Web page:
It’s no secret that many developers, architects and builders are reducing lot size as one way to hold down housing costs and maintain profitability. In fact, the rise of zero-lot-line homes, odd-lot/infill development and compressed parcel spacing is helping shape a new housing normal for many communities. This downsizing is focusing attention on minimum fire separation distance.
How has the average lot size for houses changed in the U.S.?
Affordable housing advocates, developers, architects and builders now view the non-conforming parcels—known as slices, triangles, back-lots, leftovers and more—as new opportunity areas for residential construction.
One of the leaders in the infield housing movement is architect Jonathan Tate, principal of New Orleans–based OJT. Tate estimates there are more than 5,000 irregularly shaped empty lots in New Orleans, and where others see an unbuildable lot he sees a new, affordable single-family home.
“There are a lot of land fragments embedded in these neighborhoods that you could probably mistake for somebody’s side yard,” Tate explains. “One of the first houses we did was on a lot 16-and-a-half feet wide. We ended up having three feet clear on either side, so it’s a 9-and-a-half-foot wide home. It’s not for everyone, but it’s a great home. We recognize now if a lot is any less than 16 feet wide, we move on.”
In fast-growing cities like Nashville and Charlotte, older homes are being replaced by two “tall skinnies” on one lot. Each house can only be as high as 1½ times the width, e.g., a 16-foot-wide home could be 24 feet high. Most are built six feet apart, but in some cases they’re even closer.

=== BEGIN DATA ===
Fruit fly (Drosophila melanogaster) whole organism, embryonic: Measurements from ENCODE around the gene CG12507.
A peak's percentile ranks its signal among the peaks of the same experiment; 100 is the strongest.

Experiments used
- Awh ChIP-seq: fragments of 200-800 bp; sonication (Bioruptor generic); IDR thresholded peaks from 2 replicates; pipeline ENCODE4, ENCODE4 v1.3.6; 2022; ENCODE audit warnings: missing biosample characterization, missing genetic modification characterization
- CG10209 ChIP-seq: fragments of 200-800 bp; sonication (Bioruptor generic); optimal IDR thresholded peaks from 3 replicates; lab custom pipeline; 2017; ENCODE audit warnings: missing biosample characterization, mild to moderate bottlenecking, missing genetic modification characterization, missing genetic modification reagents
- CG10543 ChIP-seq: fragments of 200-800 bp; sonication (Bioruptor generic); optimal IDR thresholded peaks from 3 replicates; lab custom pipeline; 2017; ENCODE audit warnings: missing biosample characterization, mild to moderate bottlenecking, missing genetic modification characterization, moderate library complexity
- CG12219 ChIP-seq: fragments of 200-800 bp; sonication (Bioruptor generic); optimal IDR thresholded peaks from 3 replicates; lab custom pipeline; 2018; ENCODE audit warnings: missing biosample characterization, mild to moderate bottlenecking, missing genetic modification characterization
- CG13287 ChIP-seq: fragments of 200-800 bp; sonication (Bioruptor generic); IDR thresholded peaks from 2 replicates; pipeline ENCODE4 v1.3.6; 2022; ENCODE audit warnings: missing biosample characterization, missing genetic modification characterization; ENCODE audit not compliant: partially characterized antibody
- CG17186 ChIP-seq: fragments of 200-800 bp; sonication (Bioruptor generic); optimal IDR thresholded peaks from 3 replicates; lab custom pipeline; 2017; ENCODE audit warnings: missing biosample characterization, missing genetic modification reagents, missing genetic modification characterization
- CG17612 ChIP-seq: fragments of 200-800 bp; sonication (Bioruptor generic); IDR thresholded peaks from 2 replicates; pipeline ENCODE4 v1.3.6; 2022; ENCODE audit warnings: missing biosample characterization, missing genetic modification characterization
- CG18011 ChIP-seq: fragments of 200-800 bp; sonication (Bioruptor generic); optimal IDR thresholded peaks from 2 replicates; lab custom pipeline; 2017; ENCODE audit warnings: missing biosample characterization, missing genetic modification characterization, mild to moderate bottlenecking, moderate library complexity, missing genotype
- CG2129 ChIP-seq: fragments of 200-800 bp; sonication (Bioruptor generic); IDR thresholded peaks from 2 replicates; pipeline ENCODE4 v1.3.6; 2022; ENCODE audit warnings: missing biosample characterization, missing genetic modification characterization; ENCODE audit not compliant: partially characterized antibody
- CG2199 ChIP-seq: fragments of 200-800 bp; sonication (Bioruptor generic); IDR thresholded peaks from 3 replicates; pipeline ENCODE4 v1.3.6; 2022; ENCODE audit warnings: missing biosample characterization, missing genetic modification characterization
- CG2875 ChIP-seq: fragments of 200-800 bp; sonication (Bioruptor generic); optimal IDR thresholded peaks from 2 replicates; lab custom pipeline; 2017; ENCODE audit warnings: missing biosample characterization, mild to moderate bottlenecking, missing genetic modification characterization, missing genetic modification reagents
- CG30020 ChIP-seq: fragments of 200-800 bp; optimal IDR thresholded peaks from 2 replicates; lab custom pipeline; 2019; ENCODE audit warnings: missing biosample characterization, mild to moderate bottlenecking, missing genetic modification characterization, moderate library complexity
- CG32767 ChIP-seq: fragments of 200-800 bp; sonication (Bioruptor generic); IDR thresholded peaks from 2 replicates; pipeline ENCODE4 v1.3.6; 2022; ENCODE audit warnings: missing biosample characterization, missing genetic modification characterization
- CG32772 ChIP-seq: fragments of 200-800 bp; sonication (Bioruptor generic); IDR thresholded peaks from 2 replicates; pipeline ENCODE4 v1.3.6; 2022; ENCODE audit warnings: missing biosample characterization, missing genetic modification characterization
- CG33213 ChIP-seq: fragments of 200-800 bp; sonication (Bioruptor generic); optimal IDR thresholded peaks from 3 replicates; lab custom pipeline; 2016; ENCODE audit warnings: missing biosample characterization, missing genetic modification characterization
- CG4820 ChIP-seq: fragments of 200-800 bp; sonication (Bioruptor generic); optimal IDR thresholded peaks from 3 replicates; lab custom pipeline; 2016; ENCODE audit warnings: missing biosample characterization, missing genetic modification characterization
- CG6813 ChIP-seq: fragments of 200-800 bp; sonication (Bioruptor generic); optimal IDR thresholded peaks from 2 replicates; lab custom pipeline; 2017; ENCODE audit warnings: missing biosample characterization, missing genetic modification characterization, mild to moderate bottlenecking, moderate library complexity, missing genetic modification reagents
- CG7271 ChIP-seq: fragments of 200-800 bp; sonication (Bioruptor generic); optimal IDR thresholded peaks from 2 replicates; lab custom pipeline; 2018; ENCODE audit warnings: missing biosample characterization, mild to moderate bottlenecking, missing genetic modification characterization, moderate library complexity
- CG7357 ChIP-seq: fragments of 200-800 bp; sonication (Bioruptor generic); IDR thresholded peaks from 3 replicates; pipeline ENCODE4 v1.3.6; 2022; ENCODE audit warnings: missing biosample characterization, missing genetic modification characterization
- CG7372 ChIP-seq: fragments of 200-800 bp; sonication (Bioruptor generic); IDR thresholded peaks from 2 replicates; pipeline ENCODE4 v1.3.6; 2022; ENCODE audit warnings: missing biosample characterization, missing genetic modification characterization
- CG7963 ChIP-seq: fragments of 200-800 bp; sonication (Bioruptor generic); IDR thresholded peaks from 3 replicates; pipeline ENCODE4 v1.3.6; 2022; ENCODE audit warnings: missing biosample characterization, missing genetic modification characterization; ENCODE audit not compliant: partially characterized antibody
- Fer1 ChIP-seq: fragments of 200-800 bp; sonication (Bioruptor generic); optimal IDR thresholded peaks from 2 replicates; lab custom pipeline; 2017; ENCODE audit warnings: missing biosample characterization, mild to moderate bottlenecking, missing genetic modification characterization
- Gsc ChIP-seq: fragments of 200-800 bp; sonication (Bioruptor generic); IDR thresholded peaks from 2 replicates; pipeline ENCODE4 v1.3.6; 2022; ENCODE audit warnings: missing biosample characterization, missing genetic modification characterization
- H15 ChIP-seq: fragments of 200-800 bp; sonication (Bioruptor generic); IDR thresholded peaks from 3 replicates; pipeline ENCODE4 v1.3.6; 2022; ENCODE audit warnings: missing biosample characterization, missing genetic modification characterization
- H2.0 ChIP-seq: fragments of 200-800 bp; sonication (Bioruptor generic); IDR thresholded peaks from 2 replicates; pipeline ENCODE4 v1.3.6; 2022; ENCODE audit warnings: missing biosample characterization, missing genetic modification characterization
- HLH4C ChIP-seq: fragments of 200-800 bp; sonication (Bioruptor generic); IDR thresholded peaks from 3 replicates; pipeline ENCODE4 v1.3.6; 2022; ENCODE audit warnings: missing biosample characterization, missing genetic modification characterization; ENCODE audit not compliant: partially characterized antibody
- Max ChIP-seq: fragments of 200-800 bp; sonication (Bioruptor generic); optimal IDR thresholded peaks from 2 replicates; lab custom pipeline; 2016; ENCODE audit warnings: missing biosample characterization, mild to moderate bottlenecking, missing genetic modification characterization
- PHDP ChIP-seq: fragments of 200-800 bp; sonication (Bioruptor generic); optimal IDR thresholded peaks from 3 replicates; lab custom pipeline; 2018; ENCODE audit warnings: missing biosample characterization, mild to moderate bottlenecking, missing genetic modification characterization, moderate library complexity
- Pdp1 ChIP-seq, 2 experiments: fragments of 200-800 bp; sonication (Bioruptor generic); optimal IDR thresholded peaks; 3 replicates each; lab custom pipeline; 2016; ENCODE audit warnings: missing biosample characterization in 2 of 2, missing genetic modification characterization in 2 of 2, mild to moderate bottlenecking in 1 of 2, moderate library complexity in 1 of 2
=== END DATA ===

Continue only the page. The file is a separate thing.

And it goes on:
Building homes closer and closer together tends to generate close scrutiny from code officials on fire separation for new construction on zero lot lines and small land fragments. Architects like Tate look for easy solutions when there is minimum fire separation distance.
Section R302 of the 2021 International Residential Code, Fire-Resistant Construction, describes the requirements for fire resistance within close proximity to adjacent property lines. Section R302.1 requires exterior walls within 5´-0˝ of a property line to have a fire-resistance rating of 1 hour, rated from the interior and exterior.
LP® FlameBlock® Fire-Rated Sheathing is especially beneficial when constructing with fire separation distances in mind. LP FlameBlock panels combine flame-spread and burn-through resistance and offer a large variety of 1-hour and 2-hour wall assemblies.
To make LP FlameBlock fire-resistive panels, LP’s proprietary noncombustible, fiberglass-reinforced Pyrotite® coating is applied to one or both sides of OSB panels. The sheathing allows fire-resistance-rated walls to be assembled faster than common alternatives, potentially reducing labor costs while providing exceptional strength, durability and consistency.
Today’s growing emphasis on smaller lot sizes and compressed lot spacing casts an even brighter light on fire separation distance. More than ever, look for exterior wall sheathing products like LP FlameBlock Fire-Rated Sheathing that are evaluated by UL, Intertek and ICC-ES for use in fire-resistant construction.
For sales tools, technical documents and installation instructions, be sure to visit the LP FlameBlock Fire-Rated Sheathing product page.
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